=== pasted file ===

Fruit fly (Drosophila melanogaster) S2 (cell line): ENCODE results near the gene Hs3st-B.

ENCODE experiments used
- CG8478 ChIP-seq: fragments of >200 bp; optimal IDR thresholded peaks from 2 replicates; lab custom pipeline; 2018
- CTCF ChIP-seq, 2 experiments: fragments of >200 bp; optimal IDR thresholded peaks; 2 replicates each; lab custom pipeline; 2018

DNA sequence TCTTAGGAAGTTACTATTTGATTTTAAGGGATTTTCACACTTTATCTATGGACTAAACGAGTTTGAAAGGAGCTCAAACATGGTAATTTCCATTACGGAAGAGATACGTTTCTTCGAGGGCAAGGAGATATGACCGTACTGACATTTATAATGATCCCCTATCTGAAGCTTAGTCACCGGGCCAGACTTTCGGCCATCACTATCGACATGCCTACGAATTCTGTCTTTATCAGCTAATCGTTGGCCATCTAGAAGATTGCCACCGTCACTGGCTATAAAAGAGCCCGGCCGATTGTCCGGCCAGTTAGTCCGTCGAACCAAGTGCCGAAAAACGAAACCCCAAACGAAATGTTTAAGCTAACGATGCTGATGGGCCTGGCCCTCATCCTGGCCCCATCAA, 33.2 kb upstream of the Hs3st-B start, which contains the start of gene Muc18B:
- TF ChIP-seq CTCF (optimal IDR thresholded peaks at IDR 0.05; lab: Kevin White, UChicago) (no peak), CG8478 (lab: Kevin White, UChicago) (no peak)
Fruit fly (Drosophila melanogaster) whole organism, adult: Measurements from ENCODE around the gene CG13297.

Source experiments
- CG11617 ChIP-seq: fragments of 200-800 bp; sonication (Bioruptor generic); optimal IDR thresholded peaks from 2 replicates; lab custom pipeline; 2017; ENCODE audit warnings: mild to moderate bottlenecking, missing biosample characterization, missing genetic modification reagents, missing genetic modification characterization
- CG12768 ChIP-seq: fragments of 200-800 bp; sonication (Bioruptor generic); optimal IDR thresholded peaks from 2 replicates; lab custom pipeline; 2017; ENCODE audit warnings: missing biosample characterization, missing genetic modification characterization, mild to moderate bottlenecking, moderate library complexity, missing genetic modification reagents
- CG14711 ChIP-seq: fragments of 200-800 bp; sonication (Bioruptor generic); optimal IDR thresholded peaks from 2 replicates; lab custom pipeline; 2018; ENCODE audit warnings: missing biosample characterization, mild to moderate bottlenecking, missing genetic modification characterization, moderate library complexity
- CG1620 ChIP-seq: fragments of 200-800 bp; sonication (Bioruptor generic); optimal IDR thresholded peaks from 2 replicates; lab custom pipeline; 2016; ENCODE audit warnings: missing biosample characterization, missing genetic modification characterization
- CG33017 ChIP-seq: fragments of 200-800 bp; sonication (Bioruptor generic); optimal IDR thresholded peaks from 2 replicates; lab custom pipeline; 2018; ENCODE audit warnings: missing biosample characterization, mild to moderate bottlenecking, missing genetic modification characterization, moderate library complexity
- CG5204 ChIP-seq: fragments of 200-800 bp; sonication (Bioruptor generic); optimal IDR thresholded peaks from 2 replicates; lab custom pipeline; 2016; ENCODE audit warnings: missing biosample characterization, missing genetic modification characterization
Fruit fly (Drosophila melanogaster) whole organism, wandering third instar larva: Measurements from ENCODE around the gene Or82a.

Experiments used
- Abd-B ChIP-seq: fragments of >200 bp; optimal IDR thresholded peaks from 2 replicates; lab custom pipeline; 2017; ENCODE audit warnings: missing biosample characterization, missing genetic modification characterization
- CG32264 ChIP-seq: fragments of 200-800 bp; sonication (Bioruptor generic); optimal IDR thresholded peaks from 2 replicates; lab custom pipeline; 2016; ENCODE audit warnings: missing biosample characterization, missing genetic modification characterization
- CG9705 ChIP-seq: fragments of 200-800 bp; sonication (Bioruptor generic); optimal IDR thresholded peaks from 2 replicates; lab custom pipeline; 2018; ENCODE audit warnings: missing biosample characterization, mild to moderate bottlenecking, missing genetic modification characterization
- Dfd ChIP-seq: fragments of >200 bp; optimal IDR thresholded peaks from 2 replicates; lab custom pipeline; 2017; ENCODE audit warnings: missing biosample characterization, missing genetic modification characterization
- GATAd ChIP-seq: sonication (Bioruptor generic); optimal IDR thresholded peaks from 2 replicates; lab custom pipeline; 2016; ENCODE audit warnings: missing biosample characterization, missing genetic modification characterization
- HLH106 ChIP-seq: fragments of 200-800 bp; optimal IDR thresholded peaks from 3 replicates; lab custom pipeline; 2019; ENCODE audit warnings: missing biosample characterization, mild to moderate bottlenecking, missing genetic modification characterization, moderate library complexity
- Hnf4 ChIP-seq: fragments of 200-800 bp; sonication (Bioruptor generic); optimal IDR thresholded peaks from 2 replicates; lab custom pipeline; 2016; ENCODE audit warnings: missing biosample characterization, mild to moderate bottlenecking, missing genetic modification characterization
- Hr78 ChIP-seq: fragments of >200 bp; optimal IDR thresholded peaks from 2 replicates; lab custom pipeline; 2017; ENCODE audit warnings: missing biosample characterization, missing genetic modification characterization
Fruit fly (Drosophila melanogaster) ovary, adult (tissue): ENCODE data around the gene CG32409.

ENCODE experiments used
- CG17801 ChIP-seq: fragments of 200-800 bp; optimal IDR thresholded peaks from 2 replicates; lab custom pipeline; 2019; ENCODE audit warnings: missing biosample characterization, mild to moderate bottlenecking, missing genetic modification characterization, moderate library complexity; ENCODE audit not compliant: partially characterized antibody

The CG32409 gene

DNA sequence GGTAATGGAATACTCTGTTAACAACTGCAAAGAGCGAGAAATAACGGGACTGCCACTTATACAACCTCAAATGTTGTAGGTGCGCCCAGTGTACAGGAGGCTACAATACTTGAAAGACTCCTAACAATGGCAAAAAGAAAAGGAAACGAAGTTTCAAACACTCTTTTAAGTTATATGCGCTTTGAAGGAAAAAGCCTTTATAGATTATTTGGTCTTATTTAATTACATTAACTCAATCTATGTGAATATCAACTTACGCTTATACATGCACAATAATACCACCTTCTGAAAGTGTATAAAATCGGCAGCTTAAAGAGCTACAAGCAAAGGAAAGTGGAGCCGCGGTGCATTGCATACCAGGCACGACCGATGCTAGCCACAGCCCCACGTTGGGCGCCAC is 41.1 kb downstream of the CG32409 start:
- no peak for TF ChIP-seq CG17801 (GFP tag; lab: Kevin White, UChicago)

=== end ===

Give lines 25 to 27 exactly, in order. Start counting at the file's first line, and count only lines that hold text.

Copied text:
Fruit fly (Drosophila melanogaster) ovary, adult (tissue): ENCODE data around the gene CG32409.

ENCODE experiments used
- CG17801 ChIP-seq: fragments of 200-800 bp; optimal IDR thresholded peaks from 2 replicates; lab custom pipeline; 2019; ENCODE audit warnings: missing biosample characterization, mild to moderate bottlenecking, missing genetic modification characterization, moderate library complexity; ENCODE audit not compliant: partially characterized antibody